Delay Claims In Construction Projects
Let’s assume that you complete a construction project, and the project itself is flawless, and exactly up to specifications (or, is exactly in accordance with the terms of the construction contract). Can you still be sued for breach of contract? In fact you can, if the project took longer than it was supposed to.
Who Brings Construction Claims?
A construction delay claim can be brought by the owner, but also may be brought by the contractor, in alleging that the owner of the property did something that kept the contractor from completing the job in a timely manner, thus costing the contractor additional money which ate away at the contractor’s profits.
Causes of Delay
A lot of things can cause a delay claim. In some cases the construction contract will specify what claims are excusable and which are not, or will have other provisions to try to ensure that delay doesn’t happen or that when it does, the delay is minimal.
However, things like the following can all lead to delay claims:
1) The conditions of the site being different than what was anticipated
2) Not being able to access a site
3) Changes on zooming laws, or problems with governmental agencies granting necessary approvals
4) Numerous changes or change orders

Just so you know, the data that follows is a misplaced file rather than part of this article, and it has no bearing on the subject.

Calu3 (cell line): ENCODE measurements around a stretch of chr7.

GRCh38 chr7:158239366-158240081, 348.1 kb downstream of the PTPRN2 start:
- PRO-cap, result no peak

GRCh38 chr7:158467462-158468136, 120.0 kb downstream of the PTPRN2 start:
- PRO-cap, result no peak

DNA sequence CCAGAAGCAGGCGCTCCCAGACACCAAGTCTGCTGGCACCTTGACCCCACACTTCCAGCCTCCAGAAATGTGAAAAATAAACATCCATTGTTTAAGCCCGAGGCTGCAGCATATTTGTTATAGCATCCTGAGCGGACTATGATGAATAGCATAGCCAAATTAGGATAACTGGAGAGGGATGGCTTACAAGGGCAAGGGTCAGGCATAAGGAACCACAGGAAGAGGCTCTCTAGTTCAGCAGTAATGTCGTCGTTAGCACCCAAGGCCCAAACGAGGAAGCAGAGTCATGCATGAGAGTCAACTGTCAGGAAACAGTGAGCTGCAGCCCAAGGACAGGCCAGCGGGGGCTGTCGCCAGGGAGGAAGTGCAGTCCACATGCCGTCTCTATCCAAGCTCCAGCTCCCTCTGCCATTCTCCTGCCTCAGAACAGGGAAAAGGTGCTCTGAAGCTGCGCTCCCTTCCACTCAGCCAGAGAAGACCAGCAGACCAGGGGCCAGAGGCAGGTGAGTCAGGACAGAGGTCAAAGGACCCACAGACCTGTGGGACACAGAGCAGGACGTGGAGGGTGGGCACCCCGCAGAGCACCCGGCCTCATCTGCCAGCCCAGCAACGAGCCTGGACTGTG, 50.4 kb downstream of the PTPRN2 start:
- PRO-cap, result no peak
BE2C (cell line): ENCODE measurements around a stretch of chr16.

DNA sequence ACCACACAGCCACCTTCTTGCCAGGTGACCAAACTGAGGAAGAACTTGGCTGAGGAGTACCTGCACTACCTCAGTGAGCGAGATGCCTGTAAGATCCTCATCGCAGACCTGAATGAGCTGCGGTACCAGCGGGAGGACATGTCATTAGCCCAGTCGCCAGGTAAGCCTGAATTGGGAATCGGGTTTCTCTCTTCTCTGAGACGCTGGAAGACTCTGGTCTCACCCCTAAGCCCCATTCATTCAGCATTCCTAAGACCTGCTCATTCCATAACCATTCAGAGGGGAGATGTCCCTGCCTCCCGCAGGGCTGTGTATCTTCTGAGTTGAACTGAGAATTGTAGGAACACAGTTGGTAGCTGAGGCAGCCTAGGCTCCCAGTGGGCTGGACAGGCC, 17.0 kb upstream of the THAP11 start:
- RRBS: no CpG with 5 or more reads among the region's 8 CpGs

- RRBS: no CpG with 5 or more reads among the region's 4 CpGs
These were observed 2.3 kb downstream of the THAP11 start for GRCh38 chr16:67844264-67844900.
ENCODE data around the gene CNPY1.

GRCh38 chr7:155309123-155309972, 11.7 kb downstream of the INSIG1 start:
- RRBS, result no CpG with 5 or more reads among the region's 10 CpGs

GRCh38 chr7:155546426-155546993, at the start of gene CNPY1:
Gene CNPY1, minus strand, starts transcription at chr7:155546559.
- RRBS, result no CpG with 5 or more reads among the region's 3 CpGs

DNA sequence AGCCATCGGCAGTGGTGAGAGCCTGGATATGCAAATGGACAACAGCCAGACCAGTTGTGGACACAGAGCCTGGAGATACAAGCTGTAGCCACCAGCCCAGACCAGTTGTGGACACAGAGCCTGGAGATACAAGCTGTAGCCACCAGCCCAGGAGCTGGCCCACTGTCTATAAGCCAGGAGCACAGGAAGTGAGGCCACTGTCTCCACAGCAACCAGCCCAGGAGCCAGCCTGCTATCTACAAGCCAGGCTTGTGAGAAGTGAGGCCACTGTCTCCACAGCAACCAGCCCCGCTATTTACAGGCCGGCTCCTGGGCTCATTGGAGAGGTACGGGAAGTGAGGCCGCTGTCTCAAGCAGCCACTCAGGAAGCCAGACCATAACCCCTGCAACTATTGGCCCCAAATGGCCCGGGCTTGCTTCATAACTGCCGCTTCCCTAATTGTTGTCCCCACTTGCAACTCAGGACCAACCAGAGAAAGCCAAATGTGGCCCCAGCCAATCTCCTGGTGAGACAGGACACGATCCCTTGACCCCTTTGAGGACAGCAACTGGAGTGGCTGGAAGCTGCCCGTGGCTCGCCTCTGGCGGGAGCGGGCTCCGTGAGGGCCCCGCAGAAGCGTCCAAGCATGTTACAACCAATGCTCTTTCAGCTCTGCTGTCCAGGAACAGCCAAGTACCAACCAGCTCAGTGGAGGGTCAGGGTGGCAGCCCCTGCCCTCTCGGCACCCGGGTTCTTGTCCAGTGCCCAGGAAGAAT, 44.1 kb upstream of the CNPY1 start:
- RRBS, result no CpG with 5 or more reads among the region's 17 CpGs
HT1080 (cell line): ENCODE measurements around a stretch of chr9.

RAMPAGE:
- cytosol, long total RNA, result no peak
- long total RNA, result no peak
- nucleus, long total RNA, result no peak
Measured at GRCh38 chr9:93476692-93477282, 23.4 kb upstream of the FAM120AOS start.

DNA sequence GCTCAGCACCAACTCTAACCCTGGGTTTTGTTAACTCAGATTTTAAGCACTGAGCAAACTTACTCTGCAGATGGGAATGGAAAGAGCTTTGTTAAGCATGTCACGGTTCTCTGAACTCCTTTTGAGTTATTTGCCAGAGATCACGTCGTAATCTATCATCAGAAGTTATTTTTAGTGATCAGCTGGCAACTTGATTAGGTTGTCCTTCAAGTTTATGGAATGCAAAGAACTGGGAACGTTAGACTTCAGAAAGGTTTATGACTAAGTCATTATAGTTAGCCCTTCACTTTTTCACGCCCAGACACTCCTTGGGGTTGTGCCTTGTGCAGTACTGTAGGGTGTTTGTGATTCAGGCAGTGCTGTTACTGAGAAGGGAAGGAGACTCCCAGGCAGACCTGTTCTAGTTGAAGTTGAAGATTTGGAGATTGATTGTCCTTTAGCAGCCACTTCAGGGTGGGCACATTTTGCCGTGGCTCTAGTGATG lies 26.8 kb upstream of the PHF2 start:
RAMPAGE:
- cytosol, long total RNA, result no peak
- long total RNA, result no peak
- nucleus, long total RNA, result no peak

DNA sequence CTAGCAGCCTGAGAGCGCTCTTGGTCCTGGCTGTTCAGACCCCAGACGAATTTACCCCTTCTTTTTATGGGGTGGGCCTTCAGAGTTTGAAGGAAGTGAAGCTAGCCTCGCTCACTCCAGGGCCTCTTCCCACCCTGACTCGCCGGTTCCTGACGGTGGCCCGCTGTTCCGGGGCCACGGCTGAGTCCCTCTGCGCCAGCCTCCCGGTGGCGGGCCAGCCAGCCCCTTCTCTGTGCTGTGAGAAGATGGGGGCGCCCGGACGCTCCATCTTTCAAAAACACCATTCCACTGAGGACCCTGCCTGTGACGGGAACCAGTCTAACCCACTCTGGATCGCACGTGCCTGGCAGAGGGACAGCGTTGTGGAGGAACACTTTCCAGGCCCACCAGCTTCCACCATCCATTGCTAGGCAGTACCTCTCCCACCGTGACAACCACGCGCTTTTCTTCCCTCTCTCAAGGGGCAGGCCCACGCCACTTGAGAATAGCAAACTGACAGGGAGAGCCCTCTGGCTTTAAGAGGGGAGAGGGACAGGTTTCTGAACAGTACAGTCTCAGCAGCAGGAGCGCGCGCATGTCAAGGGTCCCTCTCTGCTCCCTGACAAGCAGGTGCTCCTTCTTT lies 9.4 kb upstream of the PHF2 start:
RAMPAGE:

5) Design plans that turn out to be impossible, not feasible, or just plain defective
Who is Liable for Delay, and When?
There are a number of factors that go into analyzing who is liable for delay claims.
Of course, cause is one major question—in some cases, the delay may not be the cause of either party. However, a party will be liable for conditions that it could have foreseen or avoided completely by a party.
For example, is a hurricane a sudden unknown cause of delay? Not necessarily in Florida—it’s more likely, an anticipated foreseeable event that the parties should have known about and built into their agreement. A contractor couldn’t allege a delay because he doesn’t have enough employees; the contractor needs to make sure he or she has the resources (workers) needed to do the job.
Sometimes, it may not be the contractor or the owner that is responsible, but a subcontractor that doesn’t do its job; construction projects often can’t move forward unless all steps are done in a predetermined order.
If the contractor truly could not foresee or avoid the delay, the delay may be considered an excusable delay.
Damages for Delay
Courts won’t give damages for delay, just for delay’s sake—a party needs to show actual damage from the delay. Sometimes this can be difficult to choose. A party has to show it lost money because of the delay. A contractor can show that he had to pay extra to lease equipment for longer, or that it lost out on other jobs, because this job took longer than anticipated.
Our Fort Lauderdale construction attorneys at Sweeney Law P.A. at 954 440-3993 can help you if you have a delay claim against an owner or contractor.